Prison tours increase student empathy towards prisoners and staff
By Christine Palka
Danielle Murdoch, a lecturer in the School of Criminology, finds that prison tours can have a positive impact on her undergraduate students. She confirmed this finding with a study that collected feedback on the optional field trips' value and barriers.
Murdoch’s study reveals that students benefited from the tours in three main ways: an increased understanding of course materials, broader insight into potential career options, such as the role of correctional officers and treatment personnel, and most importantly, a stronger connection with the people they study.
“The experience was eye-opening for students, many of whom discussed how their participation challenged their preconceived notions of who prisoners and staff are, ultimately expanding their personal notions of humanity to encompass those who reside and work within institutions [prisons],” says Murdoch.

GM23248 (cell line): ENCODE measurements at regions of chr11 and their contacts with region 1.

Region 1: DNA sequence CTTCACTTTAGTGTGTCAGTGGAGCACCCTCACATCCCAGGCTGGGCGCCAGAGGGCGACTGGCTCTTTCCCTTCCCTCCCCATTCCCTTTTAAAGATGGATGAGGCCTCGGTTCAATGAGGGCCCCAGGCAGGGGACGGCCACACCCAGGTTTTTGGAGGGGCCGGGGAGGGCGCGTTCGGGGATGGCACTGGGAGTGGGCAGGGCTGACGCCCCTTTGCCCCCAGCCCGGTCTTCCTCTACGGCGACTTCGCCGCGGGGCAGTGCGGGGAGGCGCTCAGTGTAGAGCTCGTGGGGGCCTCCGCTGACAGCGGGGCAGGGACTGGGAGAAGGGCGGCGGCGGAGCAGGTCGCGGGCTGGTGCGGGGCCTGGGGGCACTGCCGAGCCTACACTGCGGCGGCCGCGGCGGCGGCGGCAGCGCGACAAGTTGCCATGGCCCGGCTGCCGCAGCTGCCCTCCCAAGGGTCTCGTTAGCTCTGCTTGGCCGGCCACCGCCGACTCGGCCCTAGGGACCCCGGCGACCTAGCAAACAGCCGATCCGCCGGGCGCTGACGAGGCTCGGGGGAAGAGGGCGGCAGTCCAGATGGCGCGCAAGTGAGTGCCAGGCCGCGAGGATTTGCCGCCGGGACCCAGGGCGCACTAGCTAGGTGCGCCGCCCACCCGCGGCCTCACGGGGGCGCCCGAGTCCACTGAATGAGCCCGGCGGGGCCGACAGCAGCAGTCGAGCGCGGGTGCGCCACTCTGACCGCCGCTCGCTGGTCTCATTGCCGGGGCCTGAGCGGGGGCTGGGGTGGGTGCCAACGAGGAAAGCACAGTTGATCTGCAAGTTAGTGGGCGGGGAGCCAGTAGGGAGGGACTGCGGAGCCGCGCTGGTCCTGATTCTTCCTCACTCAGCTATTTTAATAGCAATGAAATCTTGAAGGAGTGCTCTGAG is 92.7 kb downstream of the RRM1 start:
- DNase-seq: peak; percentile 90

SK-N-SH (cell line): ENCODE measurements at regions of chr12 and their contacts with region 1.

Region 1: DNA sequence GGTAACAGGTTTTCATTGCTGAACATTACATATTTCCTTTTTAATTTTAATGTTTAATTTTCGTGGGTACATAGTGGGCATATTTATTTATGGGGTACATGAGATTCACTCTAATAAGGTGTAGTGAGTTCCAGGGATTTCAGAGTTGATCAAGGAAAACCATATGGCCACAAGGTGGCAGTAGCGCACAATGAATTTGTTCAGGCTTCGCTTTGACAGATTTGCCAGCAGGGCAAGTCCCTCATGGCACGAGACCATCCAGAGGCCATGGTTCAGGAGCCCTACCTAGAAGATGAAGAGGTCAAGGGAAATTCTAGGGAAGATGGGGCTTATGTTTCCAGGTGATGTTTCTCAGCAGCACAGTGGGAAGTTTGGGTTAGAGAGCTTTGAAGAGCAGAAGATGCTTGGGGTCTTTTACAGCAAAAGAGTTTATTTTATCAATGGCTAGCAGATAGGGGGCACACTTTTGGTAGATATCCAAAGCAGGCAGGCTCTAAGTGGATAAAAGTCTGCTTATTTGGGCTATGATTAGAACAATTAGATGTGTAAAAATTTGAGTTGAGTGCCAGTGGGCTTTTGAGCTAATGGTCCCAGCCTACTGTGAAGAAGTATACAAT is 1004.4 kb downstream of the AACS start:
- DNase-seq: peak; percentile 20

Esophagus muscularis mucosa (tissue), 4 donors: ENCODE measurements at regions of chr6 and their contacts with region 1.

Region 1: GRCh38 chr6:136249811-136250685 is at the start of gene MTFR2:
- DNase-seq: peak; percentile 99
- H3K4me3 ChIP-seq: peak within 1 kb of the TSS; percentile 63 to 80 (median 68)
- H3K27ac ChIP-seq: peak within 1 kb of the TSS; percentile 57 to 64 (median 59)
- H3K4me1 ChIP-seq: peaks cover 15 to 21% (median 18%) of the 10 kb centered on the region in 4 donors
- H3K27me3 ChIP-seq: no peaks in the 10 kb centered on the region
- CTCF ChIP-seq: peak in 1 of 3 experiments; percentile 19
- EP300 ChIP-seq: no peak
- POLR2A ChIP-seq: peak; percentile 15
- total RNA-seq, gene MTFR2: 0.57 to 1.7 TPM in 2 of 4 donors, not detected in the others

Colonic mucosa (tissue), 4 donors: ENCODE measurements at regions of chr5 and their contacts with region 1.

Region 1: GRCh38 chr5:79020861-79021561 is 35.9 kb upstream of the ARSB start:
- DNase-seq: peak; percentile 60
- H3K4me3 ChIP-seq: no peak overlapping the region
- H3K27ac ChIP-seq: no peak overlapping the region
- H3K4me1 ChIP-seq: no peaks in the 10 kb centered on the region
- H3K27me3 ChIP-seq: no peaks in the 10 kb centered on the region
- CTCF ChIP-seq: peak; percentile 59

The prison tours provided students with the unique opportunity to speak directly with correctional staff, and in one institution, with prisoners. Students who spoke with prisoners said this served to decrease the social distance between themselves, as “non-criminal university students,” and prisoners.
Students noted that they gained a better understanding of the impact of imprisonment on both the prisoners and the prisoners’ families, and especially the challenges in maintaining strong family relationships.